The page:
To-Do Lists and Strategic Planning

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Last updated on February 5th, 2024 at 10:10 pm

DISCLAIMER: I tried doing a post like this once before and totally failed it since, ironically, I didn’t manage my to-do lists well enough and had no time to actually write it well. So here I am again, taking pen to paper (before taking fingers to keys) to write about one of my favourite things to do to sort out my life—make to-do lists.

I often say this when people ask me about the meaning of our lives here on Earth:

We are the sum of our experiences.

Your memories won’t come from the things you own, but the things that you do. But while we might want to do everything under the sun in our lifespans, we must also remember that certain resources are very finite to us: Energy; Time; Willpower—these are but a few examples of why we don’t just do anything and everything we want to do at all times.

And that, my friends, is why you must master the art of the to-do list!

I personally suffer from “listmaniasis”, where I’ve created so many to-do lists (likely with some duplicate items) that it’s hard to know what there is to do, what’s a priority and where it is I should start.

It’s easy to figure out what you need to do when deadlines are looming in your face (as we saw before in my series on prioritization). But how do you manage those “nice-to-dos”? You know, those things where it would be nice to do them—EVENTUALLY — but if you don’t get to them for a while, it’s all good?

You have a few approaches you can take:


Nice-to-dos, by their nature, should be things that are OPTIONAL. (If anything there isn’t optional, guess what? It’s a MUST-DO! Different list!) These are things that you feel will improve your life if done, but not hinder it if they remain incomplete.

To-do lists can become long and jumbled with our needs and wants. Take a moment to review what you’ve jotted down, and see if there’s anything that you either no longer need to do, or have ALREADY done.


You could always place more importance on them than you might have initially. Suppose there’s a movie you really want to see, someone you should really reconnect with, or a corner of the room that really needs organizing. What’s stopping you from doing it??? Sometimes we just need to give ourselves a powerful kick in the butt to get things done, simply because we become so laissez-faire about completion.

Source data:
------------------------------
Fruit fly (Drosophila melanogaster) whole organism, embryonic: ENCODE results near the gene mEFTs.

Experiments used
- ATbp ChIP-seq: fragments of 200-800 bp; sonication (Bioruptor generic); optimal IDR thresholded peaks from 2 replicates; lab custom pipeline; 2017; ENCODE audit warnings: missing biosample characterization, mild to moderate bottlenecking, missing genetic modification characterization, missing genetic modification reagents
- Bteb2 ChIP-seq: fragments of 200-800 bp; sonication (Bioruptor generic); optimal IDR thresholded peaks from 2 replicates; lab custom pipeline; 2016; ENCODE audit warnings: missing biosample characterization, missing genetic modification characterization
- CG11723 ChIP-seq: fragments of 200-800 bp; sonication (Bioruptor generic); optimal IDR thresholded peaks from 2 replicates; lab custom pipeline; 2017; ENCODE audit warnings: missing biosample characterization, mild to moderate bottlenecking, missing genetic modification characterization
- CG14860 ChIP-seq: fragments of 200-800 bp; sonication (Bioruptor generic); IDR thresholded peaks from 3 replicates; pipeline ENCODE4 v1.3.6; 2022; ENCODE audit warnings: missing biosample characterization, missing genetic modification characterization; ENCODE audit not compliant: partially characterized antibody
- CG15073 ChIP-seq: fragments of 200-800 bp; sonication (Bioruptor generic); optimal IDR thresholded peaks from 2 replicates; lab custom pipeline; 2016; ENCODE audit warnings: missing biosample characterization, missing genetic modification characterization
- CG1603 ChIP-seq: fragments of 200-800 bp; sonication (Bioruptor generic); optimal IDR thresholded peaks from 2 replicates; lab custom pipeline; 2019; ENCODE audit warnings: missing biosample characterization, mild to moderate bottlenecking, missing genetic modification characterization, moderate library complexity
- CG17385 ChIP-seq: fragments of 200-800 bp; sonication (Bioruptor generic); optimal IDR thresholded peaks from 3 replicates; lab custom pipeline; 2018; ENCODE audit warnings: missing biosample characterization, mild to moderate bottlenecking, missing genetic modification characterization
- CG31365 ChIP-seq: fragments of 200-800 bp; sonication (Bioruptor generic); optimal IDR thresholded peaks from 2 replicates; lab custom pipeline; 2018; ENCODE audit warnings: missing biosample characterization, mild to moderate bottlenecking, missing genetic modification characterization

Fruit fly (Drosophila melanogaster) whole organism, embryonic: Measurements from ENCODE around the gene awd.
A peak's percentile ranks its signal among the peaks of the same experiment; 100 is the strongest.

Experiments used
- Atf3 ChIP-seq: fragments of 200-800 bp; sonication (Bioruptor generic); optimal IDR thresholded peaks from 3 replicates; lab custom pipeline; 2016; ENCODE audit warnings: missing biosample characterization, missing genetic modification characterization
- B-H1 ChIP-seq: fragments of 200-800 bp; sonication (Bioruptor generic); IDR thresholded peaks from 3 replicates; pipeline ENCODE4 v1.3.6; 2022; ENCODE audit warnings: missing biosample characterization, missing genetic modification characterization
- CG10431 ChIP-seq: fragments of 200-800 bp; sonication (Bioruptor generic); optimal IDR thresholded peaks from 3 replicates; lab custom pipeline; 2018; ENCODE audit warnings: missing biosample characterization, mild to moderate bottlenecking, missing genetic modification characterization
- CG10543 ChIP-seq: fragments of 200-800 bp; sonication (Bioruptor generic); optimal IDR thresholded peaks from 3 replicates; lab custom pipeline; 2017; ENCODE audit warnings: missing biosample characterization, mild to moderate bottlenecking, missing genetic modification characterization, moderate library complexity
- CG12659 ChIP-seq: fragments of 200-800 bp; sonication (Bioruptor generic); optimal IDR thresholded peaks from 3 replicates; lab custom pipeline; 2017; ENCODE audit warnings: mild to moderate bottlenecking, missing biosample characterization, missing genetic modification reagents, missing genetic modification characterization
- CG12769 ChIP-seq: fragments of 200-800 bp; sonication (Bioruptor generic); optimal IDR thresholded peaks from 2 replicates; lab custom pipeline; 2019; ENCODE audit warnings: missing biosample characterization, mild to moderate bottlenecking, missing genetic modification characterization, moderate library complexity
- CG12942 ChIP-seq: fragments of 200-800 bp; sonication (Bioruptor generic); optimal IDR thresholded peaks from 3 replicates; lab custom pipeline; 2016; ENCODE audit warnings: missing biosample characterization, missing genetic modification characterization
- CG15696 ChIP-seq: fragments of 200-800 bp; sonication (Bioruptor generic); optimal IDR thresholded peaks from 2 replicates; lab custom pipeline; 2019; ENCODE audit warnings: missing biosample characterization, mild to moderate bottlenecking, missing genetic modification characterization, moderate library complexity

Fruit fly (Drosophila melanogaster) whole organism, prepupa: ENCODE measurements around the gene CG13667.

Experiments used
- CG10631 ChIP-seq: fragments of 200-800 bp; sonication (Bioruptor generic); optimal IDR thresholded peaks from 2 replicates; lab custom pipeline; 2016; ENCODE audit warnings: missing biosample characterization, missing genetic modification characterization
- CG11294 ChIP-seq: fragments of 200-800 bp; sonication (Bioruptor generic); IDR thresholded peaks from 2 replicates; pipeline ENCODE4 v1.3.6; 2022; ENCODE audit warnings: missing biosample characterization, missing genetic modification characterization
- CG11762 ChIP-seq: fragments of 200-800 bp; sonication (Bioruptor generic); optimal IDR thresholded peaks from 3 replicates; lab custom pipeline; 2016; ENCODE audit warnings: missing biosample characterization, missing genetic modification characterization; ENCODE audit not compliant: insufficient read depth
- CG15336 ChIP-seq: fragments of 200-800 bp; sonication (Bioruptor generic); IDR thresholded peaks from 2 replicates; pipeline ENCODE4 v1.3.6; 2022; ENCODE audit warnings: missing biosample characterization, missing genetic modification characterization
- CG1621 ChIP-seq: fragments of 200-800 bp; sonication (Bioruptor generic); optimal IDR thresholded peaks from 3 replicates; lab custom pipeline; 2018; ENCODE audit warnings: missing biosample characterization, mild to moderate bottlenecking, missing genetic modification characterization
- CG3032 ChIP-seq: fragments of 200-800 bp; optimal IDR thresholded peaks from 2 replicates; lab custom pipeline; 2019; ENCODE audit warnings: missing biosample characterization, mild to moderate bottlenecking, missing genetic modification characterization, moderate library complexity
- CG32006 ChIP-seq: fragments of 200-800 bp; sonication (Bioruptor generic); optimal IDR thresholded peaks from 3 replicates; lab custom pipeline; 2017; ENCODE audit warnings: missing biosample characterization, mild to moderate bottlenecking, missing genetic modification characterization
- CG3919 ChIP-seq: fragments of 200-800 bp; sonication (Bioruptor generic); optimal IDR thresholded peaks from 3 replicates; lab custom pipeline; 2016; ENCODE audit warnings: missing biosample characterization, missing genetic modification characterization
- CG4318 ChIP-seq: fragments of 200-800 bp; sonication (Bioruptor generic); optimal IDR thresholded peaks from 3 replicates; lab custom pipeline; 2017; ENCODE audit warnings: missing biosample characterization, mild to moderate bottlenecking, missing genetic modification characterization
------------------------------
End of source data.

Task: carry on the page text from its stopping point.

What’s the return on the investment for these tasks? We’re not only talking money here—it could be an investment of time, skills or existing resources, such as donating old clothing.

What effects will completing the task have on your life? Perhaps through completing a nice-to-do, it will make a must-do FAR easier.
Example: Learning how to use Photoshop might make that Father’s Day collage a lot easier to pull off.


The problem with having too many to-do lists is that they can get lost in the shuffle. If I had to think of where I’d stored some, I would guess:

  • In my Google Docs
  • In my Gmail task list
  • Across hard drives

And as for formats?

  • Scribbled notes
  • Text files
  • Mind maps

It’s ludicrous how fragmented my overall list is. Start your list in ONE PLACE. KEEP IT THERE. Your sanity will thank you.


We’re all a little selfish, right? When you get something on your to-do lists done, you should think about giving yourself a reward proportional to the effort that was required.

It’s positive reinforcement—by rewarding yourself, you’ll be promoting the habit of getting things done since you can expect to receive something good afterwards.

I know it’s a bit like how you teach things to a child, but what are we but adult versions of our child selves?

So while it might not be the end of the world if some of those items on your to-do list don’t get done, it’ll often BETTER your world if you DO.

Tomorrow, we’ll take a look at some of the tools I’ve used to construct my to-do lists, what I put on them, and what I hope to get out of them—hopefully, you can relate and learn something from yours!

The second logo for Casey Palmer, Canadian Dad



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